Friday, September 9, 2011

He Took Her Hand. She Took His. Together They Jumped.




The day is coming. The big anniversary of that awful day. Each year I feel it again much the same as the year before. Last year, I wrote about a day at home with family on September 11th 2010, a good day for us then, but still the old feelings were not far from the surface as that evening we stared off toward the east, toward the big beams of light shining from Ground Zero.

As the tenth anniversary approaches, I am reflecting on those events, and on the days and years following, much as I imagine many Americans are. The image that comes most clearly and poignantly for me, after the buildings falling, is from a day or two after the tragedy. I was living in southern Vermont and working night shifts at a hospital in Massachusetts back then, so my commute took me home through tiny Berkshire towns in the early morning hours when everyone else was just starting their day. There was a light rain falling on this morning, and I recall a heavy feeling in my body that was more than just the need for sleep after a long shift, and more than the clouds and rain outside. I had turned off the radio for a bit as the car wove along small main streets, past town greens and white-steeple churches on my way home. I think it was either Cheshire or Adams, Massachusetts where I saw a man out jogging. He was a handsome, older fellow with dark salt-and-pepper hair, if memory serves me. He had the kind of physique that told you that this jogging was something he did regularly, probably along with some other kind of workout. As the rain came down, he moved with purpose. This morning, after putting on his running clothes and lacing up his shoes, before heading out the door, he had grabbed a small American flag, which he carried as he ran, in silent tribute, his face stern and sad.

I used to run in those days, too. Even in the rain, if not too heavy. I used the time to unwind, and to work through problems in my mind, or to work emotions and excess energy out of my body. I wondered that morning about the man I saw with the flag, if he sometimes ran for the same reasons. I thought, “How far will you run today, friend? How far to out-distance this pain? Is there a road long enough for us?”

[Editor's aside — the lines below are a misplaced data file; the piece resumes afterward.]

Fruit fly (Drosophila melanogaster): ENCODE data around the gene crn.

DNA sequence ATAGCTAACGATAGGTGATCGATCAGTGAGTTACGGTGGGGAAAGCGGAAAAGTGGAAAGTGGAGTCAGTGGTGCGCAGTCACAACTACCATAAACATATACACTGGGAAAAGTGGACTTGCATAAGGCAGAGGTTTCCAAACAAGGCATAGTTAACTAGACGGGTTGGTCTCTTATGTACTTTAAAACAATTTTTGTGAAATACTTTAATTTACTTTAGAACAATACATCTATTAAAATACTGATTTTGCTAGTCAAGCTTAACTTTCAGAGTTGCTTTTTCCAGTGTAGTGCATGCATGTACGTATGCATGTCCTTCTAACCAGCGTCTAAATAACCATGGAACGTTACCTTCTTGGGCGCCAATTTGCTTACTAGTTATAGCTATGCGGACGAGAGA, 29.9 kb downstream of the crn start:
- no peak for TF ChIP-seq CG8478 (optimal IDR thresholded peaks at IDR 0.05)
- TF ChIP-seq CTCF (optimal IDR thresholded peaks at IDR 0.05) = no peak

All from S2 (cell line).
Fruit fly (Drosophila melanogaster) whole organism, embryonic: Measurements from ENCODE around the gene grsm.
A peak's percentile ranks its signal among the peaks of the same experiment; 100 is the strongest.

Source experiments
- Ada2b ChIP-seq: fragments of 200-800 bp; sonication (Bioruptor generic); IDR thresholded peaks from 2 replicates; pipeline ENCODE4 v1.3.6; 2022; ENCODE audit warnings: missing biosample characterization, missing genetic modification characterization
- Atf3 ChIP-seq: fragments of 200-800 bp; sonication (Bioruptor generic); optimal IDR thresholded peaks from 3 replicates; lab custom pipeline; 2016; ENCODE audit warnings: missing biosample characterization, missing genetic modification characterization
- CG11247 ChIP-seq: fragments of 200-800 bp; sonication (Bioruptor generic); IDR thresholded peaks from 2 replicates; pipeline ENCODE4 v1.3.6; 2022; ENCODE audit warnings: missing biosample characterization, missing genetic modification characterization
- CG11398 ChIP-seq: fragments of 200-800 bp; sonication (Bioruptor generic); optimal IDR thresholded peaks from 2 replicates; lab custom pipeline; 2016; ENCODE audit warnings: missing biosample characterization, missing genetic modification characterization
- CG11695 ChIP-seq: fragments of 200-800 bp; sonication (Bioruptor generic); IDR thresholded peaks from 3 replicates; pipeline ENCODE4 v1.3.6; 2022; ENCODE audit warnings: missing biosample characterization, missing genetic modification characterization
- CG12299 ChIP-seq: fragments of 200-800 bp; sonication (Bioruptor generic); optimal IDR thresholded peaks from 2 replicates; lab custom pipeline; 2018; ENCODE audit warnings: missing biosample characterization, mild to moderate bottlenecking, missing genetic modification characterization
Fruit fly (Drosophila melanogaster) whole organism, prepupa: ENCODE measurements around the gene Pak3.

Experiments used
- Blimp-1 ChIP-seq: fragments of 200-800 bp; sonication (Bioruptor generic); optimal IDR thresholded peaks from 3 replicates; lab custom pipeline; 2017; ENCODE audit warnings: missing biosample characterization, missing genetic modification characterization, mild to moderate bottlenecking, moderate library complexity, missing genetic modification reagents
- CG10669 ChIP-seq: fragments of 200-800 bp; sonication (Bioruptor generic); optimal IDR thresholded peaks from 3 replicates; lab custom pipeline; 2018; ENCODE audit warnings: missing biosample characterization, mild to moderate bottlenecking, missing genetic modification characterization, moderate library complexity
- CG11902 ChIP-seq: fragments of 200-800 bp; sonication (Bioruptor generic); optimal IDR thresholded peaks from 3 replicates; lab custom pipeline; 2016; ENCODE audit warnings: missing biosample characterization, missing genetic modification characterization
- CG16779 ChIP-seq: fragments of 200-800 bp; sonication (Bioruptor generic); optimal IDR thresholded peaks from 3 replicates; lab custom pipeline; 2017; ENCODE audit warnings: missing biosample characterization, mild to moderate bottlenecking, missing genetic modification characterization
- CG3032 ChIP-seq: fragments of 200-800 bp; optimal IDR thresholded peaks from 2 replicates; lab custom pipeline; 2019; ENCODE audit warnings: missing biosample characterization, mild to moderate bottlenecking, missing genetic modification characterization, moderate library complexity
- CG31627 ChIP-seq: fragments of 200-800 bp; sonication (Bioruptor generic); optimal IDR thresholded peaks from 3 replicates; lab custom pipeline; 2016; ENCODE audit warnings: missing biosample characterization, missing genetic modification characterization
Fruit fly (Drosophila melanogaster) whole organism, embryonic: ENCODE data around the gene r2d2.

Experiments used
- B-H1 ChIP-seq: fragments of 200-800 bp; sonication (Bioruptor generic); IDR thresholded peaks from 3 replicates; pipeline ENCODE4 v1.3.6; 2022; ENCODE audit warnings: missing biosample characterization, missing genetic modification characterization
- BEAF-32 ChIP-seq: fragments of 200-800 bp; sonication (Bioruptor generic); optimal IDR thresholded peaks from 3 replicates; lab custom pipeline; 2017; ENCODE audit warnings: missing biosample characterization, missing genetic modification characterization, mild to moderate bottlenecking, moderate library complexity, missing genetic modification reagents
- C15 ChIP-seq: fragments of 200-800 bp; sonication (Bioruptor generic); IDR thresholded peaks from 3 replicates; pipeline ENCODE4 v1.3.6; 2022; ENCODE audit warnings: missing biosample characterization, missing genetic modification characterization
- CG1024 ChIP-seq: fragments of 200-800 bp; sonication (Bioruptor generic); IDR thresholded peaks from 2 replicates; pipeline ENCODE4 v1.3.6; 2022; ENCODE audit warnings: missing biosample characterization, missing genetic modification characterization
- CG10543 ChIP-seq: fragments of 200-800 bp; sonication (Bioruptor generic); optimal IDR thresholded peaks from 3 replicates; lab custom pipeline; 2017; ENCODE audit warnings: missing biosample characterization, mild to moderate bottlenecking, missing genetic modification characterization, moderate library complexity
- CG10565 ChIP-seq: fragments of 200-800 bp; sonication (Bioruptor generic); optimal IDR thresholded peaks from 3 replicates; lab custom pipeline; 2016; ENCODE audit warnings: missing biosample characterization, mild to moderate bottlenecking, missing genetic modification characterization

A few years ago, driving into the city on September 11th for a Tango event to mark the occasion--couples dancing silently together in various places in the city--I came around the curve toward the Lincoln Tunnel (they call it the helix) and traffic was slow. I sat there staring at that altered skyline, the big gaping hole in it, just as other drivers did. I noticed all heads turned that way, some with tears on their faces, perhaps thinking the same thing I was through my own tears. I also noticed less aggressive driving, more courtesy, as if the memory of those days of kindness following the tragedy still lived somewhere within each person behind the wheel. I remember thinking how lucky I was to be able to dance on this day, and how many others would never have that chance again. I remember thinking “tonight, I will put my soul into each step. I will dance for those who no longer can. Let my legs and my arms and my heart be a vehicle for them.” Crazy what goes through your mind in grief. Or maybe not so crazy. Who’s to say.

A year or so after that, my mother and my young niece (too young to remember 9/11) came to visit us in our old Jersey City apartment in the month of October. I don’t recall how the subject of police and fire fighters came up, but it did. I remember trying to tell her something about the value of what they do, about the need to respect and give thanks for people who do what they do, and I couldn’t get the words out right away. I started to cry, and I started to tell her about what they did, the sacrifices they made at WTC and elsewhere. She and my mother looked surprised, and I was, too, to find those feelings so close to the surface so many years later. I think my mom was maybe a little worried that my tears would alarm or frighten my niece, but I don’t think they did. I hope they made an impression, though.

Pentagon 9/11 Memorial